Purpose: Illness narratives are cultural artifacts that reflect the ways through which a certain culture perceives and constructs a given illness. Against this backdrop, the study explored the social construction of MS in Israeli society. Materials and methods: Thematic content analysis of all (70) illness narratives posted on the Israel MS Society’s website between 2012–2018, was employed. Results: Five themes were identified in our analysis, according to chronological order: (1) “Becoming ill”–consisted of framing MS as a sudden affliction or constructing MS as a gradual development. (2) “Negative changes” depicted MS as inflicting negative bodily changes and a disruption to the social order. The “happy ending” of the narratives pertained to (3) "adjustments" to MS and, (4) “never giving up” to MS. These were facilitated by embracing (5) “positive thinking and optimism.” Conclusions: MS is perceived in Israel as a form of “deviance” and as a biomedical phenomenon. Rehabilitation and healthcare staff, therefore, need to actively engage in interventions that challenge and change the ways that MS is perceived, as well as to partner with people with MS, and disability advocates to reconstruct and design policies and services that reflect a more socio-political understanding of MS.Implications for rehabilitation Illness narratives by people with multiple sclerosis (MS) can teach us about the ways though which a given society perceives and constructs MS. This study analyzed online illness narratives by Israelis with MS; it shows that MS was predominantly constructed as a bio-medical phenomenon and as a form of social deviance. Rehabilitation and healthcare professionals need to actively engage in interventions that challenge and change the ways MS is perceived among the public, policy makers, and people with multiple sclerosis. Rehabilitation and healthcare professionals should collaborate with people with MS and disability advocates in order to reconstruct and shape policies and the planning of communities such that they address the socio-cultural barriers that people with MS face.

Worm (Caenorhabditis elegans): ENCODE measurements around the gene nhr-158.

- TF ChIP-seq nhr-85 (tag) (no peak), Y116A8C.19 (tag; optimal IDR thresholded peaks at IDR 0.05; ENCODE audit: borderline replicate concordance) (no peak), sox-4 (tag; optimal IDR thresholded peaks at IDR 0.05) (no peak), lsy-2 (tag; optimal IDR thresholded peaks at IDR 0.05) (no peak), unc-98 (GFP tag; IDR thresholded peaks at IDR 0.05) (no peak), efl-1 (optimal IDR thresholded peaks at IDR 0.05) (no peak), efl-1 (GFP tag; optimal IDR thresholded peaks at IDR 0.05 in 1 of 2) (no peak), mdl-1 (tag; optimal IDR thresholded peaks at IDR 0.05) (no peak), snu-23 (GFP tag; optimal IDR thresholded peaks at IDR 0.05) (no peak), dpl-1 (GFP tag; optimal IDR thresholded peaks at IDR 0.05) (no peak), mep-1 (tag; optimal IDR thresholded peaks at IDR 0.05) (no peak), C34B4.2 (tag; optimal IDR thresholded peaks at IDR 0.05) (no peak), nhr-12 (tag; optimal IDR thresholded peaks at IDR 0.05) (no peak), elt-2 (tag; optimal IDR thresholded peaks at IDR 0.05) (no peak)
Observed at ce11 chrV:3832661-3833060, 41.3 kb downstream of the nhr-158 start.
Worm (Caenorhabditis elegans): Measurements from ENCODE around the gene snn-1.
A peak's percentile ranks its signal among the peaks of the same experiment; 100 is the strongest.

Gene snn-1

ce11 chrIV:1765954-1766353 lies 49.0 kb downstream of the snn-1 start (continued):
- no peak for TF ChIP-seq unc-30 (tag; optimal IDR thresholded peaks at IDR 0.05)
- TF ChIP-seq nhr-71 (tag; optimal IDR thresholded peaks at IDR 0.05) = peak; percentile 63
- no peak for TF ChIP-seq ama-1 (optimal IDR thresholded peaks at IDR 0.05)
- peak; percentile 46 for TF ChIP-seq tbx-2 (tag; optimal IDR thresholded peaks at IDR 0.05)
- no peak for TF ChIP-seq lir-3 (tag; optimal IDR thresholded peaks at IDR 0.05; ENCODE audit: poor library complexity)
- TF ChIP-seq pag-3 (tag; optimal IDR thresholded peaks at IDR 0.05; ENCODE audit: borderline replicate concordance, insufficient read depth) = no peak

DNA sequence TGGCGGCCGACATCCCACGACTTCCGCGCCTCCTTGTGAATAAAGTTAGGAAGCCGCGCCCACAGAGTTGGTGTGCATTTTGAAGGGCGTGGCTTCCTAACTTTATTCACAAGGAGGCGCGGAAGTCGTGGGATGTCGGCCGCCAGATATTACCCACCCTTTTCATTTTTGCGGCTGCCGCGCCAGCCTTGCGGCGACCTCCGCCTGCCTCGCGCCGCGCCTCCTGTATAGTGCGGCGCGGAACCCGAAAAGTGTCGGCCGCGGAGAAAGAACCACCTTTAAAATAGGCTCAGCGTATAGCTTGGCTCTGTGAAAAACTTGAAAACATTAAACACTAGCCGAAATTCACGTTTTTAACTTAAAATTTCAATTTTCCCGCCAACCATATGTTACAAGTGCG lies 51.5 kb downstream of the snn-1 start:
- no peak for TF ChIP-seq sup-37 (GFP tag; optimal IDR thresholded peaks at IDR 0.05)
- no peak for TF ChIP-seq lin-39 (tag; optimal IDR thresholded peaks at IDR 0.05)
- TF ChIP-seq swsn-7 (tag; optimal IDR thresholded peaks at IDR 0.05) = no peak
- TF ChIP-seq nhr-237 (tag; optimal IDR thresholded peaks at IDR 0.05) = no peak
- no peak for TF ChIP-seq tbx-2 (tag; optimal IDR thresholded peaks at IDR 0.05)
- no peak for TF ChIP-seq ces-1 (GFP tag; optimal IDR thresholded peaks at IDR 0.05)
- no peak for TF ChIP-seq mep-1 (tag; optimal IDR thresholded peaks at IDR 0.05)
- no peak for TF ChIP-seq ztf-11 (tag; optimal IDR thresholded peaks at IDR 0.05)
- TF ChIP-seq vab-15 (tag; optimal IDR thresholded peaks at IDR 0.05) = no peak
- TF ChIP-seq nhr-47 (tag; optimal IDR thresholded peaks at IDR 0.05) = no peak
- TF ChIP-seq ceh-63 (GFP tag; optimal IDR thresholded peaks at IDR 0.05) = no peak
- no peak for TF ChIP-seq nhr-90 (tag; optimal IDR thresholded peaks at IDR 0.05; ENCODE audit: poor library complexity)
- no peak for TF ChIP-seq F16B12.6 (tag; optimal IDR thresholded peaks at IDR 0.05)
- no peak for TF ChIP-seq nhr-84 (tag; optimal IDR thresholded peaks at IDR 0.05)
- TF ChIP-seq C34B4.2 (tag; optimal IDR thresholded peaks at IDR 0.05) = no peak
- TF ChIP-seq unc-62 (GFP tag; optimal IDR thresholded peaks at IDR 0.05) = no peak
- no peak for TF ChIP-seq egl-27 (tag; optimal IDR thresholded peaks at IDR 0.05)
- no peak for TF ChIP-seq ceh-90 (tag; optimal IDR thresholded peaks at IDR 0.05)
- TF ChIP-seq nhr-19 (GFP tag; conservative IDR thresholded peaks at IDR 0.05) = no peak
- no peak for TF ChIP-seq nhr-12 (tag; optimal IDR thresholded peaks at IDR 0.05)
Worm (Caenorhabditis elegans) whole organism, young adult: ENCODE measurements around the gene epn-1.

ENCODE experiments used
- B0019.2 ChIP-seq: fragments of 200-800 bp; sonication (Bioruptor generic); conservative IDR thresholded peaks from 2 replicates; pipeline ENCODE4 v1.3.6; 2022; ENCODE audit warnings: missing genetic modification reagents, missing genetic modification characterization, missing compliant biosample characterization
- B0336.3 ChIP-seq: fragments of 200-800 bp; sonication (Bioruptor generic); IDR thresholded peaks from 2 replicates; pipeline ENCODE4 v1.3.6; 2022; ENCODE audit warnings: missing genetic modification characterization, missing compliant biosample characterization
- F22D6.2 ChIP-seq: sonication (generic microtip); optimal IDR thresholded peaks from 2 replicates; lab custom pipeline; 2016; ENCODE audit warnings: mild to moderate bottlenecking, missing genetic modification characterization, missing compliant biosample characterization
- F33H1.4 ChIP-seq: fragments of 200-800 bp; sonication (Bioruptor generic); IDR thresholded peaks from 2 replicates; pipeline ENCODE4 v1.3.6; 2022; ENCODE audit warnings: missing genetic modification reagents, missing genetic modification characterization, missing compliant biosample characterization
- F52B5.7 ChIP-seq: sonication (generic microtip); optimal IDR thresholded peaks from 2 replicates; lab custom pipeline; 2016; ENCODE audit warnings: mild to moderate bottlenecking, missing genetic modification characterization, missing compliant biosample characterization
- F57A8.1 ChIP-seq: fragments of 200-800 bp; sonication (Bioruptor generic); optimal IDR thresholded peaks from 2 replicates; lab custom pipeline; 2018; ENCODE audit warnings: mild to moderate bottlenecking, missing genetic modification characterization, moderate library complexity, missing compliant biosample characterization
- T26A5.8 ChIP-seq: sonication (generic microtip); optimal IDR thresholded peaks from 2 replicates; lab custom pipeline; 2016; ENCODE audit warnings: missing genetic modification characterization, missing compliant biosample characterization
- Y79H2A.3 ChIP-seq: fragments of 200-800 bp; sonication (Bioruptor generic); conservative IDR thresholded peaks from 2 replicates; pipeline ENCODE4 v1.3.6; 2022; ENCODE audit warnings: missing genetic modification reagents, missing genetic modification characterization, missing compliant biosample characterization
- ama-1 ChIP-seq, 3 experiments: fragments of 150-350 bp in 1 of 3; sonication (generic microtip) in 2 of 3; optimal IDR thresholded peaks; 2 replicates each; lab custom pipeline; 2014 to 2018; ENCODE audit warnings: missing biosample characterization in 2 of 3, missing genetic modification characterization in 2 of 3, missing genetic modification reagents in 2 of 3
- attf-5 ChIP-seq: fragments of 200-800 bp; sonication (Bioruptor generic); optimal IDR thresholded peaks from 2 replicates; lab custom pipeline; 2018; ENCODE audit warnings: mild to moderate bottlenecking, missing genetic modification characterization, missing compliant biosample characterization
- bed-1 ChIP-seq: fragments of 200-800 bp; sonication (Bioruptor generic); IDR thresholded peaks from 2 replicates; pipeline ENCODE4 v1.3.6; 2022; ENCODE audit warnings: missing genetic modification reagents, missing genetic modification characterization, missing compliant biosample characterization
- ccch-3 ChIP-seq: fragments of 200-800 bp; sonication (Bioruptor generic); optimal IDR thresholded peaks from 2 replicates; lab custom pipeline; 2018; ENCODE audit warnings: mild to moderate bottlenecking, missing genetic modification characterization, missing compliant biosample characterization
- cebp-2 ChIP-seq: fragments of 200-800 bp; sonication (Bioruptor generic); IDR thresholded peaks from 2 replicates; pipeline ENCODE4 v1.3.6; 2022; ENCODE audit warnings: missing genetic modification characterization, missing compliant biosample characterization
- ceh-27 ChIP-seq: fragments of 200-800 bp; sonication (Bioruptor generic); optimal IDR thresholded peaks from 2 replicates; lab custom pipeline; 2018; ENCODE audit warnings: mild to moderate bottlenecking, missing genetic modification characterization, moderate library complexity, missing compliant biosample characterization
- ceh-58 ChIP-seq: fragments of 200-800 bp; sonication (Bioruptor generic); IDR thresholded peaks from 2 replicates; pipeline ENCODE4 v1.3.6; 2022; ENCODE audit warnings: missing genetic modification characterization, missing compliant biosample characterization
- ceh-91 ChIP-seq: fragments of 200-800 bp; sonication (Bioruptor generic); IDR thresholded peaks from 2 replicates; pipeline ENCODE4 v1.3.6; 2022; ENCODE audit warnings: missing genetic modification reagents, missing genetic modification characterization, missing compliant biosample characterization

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- multiple sclerosis
- personal narrative
ASJC Scopus subject areas